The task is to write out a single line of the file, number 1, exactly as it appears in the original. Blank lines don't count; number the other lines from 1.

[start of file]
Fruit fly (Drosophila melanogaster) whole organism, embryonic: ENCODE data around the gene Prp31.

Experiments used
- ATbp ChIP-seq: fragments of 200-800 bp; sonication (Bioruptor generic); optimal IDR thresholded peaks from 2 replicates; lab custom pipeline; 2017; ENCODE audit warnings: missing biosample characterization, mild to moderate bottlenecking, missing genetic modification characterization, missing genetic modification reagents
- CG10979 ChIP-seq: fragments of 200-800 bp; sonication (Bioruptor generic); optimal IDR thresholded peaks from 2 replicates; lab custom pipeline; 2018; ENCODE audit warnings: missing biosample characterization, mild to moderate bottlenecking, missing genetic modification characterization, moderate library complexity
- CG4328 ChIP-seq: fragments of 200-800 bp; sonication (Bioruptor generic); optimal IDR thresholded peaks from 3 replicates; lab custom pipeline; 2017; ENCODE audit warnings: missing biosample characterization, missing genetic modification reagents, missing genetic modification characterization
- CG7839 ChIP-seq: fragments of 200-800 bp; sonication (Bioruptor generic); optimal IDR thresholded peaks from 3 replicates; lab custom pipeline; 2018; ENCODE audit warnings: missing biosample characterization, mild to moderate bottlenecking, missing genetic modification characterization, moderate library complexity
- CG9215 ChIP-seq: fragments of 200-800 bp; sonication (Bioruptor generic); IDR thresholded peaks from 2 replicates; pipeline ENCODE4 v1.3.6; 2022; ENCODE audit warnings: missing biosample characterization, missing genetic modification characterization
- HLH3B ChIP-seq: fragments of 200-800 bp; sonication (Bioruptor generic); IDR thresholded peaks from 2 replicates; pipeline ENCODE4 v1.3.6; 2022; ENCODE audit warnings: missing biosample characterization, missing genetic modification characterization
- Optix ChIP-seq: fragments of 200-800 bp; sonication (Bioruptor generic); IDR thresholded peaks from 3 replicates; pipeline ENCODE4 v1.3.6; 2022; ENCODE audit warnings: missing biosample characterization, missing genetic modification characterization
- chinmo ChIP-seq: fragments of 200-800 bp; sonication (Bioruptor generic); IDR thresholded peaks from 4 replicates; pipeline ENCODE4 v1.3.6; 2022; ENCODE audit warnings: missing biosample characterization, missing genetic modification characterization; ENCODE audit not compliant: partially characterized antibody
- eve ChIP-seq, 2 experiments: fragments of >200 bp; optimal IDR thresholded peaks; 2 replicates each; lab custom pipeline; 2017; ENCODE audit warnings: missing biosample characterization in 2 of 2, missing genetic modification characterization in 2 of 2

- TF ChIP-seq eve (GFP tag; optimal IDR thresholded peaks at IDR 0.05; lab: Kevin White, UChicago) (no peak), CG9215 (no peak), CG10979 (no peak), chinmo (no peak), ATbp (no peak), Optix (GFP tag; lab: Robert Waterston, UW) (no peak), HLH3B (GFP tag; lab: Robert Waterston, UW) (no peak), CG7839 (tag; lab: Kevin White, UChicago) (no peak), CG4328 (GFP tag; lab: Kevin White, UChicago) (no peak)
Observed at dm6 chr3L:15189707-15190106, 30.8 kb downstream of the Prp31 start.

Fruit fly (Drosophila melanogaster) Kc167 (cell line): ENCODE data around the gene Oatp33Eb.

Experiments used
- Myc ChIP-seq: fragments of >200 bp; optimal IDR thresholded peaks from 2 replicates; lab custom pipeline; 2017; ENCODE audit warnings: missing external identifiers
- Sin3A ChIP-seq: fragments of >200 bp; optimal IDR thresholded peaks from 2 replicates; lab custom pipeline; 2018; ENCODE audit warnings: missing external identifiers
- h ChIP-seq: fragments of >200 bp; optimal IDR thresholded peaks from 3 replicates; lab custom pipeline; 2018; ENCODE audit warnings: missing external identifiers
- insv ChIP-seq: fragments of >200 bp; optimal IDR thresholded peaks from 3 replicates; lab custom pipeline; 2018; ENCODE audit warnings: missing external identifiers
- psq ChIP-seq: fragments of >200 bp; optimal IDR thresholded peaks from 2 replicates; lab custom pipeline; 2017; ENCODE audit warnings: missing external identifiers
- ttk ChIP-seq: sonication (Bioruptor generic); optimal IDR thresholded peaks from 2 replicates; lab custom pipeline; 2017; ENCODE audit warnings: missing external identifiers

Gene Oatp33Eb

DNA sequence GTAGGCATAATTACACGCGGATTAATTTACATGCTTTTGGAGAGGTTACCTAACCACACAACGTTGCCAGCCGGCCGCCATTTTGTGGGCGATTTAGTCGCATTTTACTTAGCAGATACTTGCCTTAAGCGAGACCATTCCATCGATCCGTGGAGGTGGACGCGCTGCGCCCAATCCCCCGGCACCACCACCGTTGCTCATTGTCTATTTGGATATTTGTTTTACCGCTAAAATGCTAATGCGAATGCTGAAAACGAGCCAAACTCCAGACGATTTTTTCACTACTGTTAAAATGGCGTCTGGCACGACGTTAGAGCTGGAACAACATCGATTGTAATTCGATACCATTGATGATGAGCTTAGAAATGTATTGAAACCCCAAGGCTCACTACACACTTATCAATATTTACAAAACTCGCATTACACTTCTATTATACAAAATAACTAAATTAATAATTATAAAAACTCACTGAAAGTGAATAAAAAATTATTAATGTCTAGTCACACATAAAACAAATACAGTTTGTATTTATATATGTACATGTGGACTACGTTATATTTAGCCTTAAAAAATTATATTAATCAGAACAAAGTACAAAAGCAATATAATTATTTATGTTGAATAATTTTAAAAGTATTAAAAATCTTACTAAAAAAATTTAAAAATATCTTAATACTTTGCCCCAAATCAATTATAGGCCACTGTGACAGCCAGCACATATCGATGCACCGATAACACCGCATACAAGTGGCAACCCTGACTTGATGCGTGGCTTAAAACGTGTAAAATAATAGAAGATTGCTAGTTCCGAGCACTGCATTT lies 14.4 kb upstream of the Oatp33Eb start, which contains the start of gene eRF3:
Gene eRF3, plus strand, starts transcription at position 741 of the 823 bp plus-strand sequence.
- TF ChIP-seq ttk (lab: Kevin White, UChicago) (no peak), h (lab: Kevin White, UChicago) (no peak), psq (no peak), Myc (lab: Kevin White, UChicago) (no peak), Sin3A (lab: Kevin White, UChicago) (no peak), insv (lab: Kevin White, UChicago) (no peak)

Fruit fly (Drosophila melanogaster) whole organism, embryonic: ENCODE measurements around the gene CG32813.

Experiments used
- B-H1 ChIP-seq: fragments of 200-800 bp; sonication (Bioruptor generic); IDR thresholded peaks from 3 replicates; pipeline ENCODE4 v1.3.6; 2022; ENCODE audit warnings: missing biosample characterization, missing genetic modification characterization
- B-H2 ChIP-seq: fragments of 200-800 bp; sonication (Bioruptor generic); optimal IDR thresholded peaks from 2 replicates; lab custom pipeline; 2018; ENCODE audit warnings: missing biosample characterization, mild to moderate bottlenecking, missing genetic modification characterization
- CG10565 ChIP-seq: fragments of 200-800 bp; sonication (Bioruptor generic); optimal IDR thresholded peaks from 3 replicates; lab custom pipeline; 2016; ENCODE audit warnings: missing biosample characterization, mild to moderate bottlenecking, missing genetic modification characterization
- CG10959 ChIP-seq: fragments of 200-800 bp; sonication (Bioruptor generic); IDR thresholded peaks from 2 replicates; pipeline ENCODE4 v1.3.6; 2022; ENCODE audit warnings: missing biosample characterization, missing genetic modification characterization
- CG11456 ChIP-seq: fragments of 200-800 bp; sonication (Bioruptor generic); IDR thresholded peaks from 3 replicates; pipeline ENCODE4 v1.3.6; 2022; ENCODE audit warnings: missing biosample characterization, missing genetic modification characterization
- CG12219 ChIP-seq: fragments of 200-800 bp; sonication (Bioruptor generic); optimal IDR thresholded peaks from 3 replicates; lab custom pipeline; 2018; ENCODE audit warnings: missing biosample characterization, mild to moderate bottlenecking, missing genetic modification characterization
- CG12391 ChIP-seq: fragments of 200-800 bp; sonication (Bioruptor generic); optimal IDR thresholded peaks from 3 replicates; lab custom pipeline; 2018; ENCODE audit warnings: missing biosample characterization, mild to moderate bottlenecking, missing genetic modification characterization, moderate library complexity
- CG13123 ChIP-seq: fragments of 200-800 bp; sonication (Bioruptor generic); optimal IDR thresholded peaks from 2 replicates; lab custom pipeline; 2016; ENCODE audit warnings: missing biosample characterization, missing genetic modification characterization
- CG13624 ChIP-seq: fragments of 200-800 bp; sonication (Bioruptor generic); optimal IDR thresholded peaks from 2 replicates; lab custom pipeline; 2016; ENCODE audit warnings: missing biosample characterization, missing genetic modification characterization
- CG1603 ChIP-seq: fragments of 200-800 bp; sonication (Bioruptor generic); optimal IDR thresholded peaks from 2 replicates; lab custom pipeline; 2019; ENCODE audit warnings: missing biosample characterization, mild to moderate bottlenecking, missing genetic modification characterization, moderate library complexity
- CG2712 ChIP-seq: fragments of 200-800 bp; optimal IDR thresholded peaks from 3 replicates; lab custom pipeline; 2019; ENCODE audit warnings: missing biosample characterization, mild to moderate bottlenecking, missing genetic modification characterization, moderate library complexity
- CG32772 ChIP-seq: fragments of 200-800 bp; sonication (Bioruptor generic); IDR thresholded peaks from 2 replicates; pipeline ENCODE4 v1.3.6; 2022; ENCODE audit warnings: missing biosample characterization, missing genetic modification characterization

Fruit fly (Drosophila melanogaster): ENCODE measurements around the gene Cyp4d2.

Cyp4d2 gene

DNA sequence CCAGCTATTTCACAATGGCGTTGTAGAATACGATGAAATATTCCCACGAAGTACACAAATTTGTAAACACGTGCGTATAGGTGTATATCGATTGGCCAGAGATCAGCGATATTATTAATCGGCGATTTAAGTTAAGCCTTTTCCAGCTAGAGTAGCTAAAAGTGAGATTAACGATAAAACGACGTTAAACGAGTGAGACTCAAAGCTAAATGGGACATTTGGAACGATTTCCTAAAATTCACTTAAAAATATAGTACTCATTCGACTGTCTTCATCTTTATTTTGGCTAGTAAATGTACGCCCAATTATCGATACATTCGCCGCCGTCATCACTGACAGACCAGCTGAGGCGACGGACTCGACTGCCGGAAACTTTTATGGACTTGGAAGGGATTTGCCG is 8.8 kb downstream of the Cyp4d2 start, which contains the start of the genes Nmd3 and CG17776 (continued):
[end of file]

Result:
Fruit fly (Drosophila melanogaster) whole organism, embryonic: ENCODE data around the gene Prp31.